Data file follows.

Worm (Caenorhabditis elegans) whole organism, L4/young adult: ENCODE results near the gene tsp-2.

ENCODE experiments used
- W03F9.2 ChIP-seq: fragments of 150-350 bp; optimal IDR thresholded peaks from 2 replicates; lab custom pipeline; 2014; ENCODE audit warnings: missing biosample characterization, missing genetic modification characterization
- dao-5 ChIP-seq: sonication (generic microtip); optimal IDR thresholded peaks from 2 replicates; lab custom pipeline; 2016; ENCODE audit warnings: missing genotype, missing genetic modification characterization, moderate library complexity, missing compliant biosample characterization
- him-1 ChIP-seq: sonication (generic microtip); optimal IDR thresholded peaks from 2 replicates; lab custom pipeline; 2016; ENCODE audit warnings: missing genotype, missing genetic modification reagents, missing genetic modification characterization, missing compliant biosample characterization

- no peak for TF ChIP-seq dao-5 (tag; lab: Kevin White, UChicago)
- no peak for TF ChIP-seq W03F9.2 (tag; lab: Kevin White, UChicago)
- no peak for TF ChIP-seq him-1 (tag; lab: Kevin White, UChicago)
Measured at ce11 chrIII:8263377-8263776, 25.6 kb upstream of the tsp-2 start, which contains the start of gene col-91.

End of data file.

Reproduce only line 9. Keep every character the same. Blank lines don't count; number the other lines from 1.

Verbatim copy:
Measured at ce11 chrIII:8263377-8263776, 25.6 kb upstream of the tsp-2 start, which contains the start of gene col-91.